Human survival and prosperity, man-made interventions and economic enterprises
Sustainable development (reflecting on ancient practices to make modern applications)
Sustainable living–from the mountains to the sea–was deeply ingrained in ancient Hawaiian culture. The following visual shows how the pie-shaped piece of land or “ahupua‘a” was organized according to the resources that were available at each elevation. The “kapu” system, their strict system of laws, included rules about fishing and food-gathering practices to ensure that precious resources were not depleted. This model is referred to throughout the course.
Scientific Skills and Technology
In order to gain practical experience in the field of conservation research, several of the following skills will be taught and applied:
Radio-telemetry and GPS mapping
Water quality testing using a LabQuest 2
Native and invasive species identification
Other data collection methods and analysis in various forms
Community Leadership Skills
The experience of living within a close community prepares high school students for university and professional life. Because the course is built within an experiential study abroad program, students not only study together but cook, eat, work, and share sleeping quarters with their peers. Living quarters are divided by gender and supervised by same-gender instructors. The students rotate responsibilities which benefit the community and teach practical life skills. They will each have the chance to lead the group on excursions and in group discussions. All students, including those who live on Hawai‘i island, are required to live with their peers during the course. This aspect of the program is essential for the overall development of the student.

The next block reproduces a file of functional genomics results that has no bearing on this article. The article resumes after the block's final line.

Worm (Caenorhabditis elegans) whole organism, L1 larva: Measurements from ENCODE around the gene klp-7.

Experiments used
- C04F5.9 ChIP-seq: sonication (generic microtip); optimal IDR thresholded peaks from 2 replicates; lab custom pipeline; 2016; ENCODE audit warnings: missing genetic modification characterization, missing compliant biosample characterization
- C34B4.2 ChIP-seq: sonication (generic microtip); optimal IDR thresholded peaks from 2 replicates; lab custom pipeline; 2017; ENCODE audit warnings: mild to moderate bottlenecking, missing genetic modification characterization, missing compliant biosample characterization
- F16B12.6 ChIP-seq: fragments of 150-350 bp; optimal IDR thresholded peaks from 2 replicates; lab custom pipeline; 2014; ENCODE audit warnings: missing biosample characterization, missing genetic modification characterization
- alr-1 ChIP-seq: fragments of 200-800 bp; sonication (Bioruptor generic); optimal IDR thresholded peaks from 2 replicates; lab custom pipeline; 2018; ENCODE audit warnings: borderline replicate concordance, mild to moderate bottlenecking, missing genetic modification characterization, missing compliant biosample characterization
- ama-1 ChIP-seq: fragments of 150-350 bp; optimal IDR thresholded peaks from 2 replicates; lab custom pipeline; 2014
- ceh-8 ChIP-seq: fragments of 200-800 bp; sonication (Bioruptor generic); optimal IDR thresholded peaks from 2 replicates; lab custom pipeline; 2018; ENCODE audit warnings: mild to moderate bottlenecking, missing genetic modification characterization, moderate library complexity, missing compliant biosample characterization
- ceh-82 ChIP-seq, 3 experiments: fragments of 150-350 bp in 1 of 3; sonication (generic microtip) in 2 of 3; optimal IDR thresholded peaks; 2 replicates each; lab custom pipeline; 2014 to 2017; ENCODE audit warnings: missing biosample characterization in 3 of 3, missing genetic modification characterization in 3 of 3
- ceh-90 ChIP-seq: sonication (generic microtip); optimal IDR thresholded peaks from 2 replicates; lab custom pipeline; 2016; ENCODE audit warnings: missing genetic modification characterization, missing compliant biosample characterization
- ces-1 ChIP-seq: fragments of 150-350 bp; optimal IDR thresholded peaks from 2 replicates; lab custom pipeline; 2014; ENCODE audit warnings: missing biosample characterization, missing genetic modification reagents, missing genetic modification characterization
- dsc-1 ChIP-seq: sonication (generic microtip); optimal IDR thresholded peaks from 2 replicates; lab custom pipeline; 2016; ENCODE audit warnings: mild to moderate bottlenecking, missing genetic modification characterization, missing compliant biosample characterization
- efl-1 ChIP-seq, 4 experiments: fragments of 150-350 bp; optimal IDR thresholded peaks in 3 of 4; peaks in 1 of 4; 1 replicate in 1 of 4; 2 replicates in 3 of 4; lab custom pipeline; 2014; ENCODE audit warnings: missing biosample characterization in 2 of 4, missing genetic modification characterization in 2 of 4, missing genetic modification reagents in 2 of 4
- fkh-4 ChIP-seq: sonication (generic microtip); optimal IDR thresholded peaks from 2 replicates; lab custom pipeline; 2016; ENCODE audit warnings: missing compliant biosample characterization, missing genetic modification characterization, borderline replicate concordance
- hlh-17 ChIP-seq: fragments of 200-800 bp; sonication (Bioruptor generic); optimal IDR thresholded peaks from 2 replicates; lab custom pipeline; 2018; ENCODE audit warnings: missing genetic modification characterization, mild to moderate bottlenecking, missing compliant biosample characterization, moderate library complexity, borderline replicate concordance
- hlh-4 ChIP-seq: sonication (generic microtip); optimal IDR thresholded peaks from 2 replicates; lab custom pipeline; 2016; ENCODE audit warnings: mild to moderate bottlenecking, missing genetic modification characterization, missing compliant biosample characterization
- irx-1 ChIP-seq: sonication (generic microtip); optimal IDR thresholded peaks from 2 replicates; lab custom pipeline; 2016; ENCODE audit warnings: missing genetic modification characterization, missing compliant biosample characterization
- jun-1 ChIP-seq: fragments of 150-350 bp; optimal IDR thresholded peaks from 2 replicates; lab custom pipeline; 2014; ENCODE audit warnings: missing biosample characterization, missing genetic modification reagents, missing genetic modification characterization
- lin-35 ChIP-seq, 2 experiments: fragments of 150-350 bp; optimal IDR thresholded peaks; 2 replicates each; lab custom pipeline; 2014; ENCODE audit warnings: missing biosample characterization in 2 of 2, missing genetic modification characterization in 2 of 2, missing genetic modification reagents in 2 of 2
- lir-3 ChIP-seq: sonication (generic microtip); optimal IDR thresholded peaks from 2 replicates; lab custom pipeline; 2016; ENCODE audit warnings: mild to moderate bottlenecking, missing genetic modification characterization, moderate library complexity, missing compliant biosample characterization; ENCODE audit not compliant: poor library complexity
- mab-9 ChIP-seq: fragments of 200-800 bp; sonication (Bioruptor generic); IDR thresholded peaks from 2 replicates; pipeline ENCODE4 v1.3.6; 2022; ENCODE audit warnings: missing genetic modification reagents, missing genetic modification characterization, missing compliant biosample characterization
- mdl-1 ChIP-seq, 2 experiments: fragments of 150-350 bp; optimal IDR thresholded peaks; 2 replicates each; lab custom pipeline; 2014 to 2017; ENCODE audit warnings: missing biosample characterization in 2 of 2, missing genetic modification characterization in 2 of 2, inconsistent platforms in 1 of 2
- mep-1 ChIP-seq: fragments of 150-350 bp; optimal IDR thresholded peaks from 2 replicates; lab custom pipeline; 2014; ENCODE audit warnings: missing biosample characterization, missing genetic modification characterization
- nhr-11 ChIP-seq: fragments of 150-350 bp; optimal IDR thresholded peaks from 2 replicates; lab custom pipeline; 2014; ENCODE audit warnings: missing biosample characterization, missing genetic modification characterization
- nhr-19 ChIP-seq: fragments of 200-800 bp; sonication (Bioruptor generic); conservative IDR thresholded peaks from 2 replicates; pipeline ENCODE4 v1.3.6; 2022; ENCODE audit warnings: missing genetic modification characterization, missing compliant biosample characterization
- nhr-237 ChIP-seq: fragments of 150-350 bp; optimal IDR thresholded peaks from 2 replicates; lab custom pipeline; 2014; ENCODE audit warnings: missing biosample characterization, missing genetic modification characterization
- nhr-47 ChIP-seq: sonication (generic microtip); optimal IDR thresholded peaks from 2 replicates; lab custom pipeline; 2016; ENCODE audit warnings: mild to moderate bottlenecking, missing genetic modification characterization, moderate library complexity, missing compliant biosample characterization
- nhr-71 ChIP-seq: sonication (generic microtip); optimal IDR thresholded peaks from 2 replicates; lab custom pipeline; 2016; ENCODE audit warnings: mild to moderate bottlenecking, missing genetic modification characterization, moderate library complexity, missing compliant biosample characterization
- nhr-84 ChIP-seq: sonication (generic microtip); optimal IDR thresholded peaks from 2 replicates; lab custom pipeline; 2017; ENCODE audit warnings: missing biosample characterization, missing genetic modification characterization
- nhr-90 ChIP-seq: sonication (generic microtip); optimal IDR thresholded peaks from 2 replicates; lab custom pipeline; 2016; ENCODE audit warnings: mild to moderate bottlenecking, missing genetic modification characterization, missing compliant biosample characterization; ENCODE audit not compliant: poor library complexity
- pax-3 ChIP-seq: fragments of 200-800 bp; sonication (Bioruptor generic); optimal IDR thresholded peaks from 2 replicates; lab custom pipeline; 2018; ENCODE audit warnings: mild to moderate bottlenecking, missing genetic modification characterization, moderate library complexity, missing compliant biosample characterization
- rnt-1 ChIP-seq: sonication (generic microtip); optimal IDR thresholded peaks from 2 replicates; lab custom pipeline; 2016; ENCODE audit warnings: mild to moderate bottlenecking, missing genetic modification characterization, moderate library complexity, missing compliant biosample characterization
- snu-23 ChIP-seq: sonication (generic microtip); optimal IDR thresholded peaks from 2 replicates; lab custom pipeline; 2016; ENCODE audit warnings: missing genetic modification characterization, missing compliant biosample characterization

Because of the field-based nature of this course, formative assessment will take place throughout the process as students learn to use and interpret scientific equipment and demonstrate their understanding through discussions and problem-solving with peers. Summative assessment will take place as students present their findings at the end of a field study, or through written analysis and reflection. Final grades will be weighted as follows:
Reasoning and Analysis= 40%
Evidence of student learning will be available to the sending school in the form of a field notebook with notes and illustrations, in addition to presentation rubrics and written evaluations. A description of the scientific skills mastered and leadership qualities demonstrated will be included in the course transcript along with the letter grade for the course. Each student will participate in at least 15 hours of community service in collaboration with non-profits such as The Volcano Ni‘aulani Rainforest, Waikoloa Dry Forest Initiative, Hawaiʻi Wildlife Fund, and local farmers. These service hours will also be documented on the transcript. Click here to see our past students’ work!
The instructional portion of this program exceeds the 120 Carnegie hours necessary to earn 1.0 credit from a public high school. Each sending school may determine the credits they will allow based on individual school policies. Prospective students are encouraged to discuss the course with their school registrar in advance to determine what credits will be counted.
Registrars and counselors, please contact us with any questions about awarding course credit to your students. We look forward to working with you!